—Systemic change begins with personal change—

283: Nadya Zhexembayeva, part 2: The Reinvention Guru


Nadya indulged me in taking this podcast in new directions after listeners said they'd like to hear more unscripted conversation for a more human conversation. Before starting recording, we talked about the difference between celebrating the 50th anniversary of the Stonewall uprising and the 50th anniversary of walking on the moon. You'll hear that we spoke and got along swimmingly for a while. Then we began misunderstanding each other for about half the conversation, talking past each other. It wasn't my intent, but conversations like it happen all the time. Sometimes I'm in them, others I hear others get stuck in them. I don't know if you'll find it entertaining, tragic, or what. It was certainly frustrating in the moment, but Nadya and I were doing this not to annoy but to understand. By the end, we didn't wrap everything up, but I think we came out okay. Before posting I asked if she was okay with it and she responded with an enthusiastic yet. So by popular demand, you get to hear how conversations on the environment often go, even after years of practice, even between people who overwhelmingly agree with each other. I think she genuinely meant it about recognizing the process of coming to understanding, which she differentiates from agreement, necessitates the kind of conversation we had. I'm realizing I have to speak accurately every time, though I recognize that even then, people misunderstand each other. In any case, amid our talk about mines and litter, she took her challenge seriously and didn't give up on it. On the contrary, she added to it, and, as I heard, it augmented the rest of her life.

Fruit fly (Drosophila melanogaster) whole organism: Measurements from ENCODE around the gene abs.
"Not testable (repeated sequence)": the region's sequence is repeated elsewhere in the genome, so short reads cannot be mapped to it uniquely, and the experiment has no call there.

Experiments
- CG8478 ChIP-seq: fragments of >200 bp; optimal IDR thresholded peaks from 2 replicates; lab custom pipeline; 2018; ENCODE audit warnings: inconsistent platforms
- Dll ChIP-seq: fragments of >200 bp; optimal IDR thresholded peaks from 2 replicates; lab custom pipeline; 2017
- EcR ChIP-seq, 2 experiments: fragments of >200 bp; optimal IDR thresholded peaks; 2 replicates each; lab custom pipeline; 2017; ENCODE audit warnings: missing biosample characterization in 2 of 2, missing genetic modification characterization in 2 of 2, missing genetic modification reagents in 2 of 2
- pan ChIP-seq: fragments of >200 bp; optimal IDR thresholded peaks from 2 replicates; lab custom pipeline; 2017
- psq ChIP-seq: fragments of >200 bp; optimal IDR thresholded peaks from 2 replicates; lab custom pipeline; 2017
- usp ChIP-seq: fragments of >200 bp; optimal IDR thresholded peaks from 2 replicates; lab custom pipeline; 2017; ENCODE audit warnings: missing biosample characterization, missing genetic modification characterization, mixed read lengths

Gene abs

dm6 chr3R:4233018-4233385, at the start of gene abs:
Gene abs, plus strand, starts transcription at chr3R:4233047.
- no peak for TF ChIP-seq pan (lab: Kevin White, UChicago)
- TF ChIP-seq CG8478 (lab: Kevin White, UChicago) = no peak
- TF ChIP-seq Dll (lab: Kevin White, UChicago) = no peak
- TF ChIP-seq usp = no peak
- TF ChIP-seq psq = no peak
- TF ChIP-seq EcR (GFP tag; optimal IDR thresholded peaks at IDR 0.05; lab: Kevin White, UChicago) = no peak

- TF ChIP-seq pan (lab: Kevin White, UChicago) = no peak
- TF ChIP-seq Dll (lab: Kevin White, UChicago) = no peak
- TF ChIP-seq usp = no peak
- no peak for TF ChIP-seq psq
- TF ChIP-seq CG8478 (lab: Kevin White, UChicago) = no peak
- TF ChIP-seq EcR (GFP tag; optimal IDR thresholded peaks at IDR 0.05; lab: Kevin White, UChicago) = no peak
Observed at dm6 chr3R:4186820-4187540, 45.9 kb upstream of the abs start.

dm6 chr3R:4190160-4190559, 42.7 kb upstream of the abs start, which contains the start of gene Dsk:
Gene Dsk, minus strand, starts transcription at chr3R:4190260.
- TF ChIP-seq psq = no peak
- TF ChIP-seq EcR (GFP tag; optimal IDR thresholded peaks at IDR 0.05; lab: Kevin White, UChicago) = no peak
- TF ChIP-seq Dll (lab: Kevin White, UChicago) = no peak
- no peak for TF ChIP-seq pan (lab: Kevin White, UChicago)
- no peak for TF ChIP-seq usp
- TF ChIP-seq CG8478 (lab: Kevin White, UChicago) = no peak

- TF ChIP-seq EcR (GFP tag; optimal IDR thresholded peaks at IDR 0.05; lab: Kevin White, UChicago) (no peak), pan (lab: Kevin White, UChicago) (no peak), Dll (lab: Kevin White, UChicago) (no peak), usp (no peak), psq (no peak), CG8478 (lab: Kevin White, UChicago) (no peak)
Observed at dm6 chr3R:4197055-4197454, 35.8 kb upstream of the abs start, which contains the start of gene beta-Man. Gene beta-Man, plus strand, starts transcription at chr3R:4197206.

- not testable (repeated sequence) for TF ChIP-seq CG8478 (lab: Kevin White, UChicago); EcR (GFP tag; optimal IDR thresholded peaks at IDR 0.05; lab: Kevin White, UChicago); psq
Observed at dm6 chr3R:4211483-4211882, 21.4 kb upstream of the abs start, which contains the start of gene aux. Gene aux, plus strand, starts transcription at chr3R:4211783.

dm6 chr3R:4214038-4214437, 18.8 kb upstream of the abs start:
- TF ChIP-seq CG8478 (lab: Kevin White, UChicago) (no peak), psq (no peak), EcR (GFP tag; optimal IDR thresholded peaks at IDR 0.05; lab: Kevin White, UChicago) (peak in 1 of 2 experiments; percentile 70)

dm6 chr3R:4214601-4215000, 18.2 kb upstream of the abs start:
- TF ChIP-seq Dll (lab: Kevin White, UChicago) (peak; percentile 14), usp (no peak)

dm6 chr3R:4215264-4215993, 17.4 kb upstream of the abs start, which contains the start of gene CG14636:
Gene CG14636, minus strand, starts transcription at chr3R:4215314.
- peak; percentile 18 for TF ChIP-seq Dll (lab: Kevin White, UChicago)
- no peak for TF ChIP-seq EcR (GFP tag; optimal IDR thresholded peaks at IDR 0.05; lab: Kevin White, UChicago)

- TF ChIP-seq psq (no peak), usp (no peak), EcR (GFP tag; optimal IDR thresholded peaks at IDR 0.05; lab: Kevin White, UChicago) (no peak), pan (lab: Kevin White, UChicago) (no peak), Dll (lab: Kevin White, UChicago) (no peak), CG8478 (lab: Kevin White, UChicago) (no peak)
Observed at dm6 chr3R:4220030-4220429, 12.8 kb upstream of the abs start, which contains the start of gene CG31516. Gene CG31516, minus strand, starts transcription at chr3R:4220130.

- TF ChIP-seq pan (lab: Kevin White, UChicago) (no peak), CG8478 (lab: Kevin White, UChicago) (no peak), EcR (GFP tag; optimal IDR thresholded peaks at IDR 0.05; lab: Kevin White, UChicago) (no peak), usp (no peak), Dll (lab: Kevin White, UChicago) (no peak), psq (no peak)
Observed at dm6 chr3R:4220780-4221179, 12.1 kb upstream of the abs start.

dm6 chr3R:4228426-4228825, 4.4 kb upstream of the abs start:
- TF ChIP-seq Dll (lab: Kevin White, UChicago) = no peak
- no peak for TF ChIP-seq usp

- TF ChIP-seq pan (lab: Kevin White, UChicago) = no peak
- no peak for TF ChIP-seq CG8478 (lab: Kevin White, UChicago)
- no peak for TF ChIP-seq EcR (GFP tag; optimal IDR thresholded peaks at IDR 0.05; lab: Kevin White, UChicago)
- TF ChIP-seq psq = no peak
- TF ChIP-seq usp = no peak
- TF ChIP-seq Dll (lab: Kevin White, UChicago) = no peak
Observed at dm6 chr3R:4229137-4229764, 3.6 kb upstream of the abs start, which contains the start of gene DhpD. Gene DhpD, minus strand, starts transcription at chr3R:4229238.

189: Nadya Zhexembayeva, part 1: Sustainability is not enough


Nadya and I mostly talk about business and sustainability. She describes what she saw growing up in the dissolution of Kazakhstan, where she saw the opposite of sustainability. I can't describe what she saw, but you'll hear the craziness of collusion, economic collapse, political collapse, and so on. She talks about how business works best when sustainable. I tend to agree. Tangential to what Nadya and I covered, when companies influence government to distort a market -- say with subsidies for fossil fuels, paying for a military to maintain supply lines that everyone pays for, roads that I agree I benefit from but don't use nearly as much as others yet I pay for, and farm subsidies for meat, I could go on -- unsustainable companies can profit. So companies that pollute but the public pays to clean up, or for other reasons we don't accurately account for their costs, can sustain themselves profitably while not have a sustainable business model. As a matter of accurate accounting, a prerequisite for capitalism, I support taxing pollution and extraction. I can't believe people who support capitalism aren't clamoring for these taxes, while relieving taxes in other places -- I'm not saying more taxes: accurate taxes. Anyway, Nadya loves business, as she describes and she cares about environmental sustainability. We talk about this sort of thing: accurately, mutually beneficially, creating value. I'm glad she values meaning and how we can create it for each other in the style of Victor Frankl. She talks about how we treat sustainability as a chore. It's not enough. She talks about he we need to create meaning in everything, certainly our environmental action. I agree. That's why I name this the Leadership and Environment podcast, where leadership means involving meaning, value, purpose, passion, joy -- missing from the conversation, crowded out by coercion, compliance, doom, and gloom.

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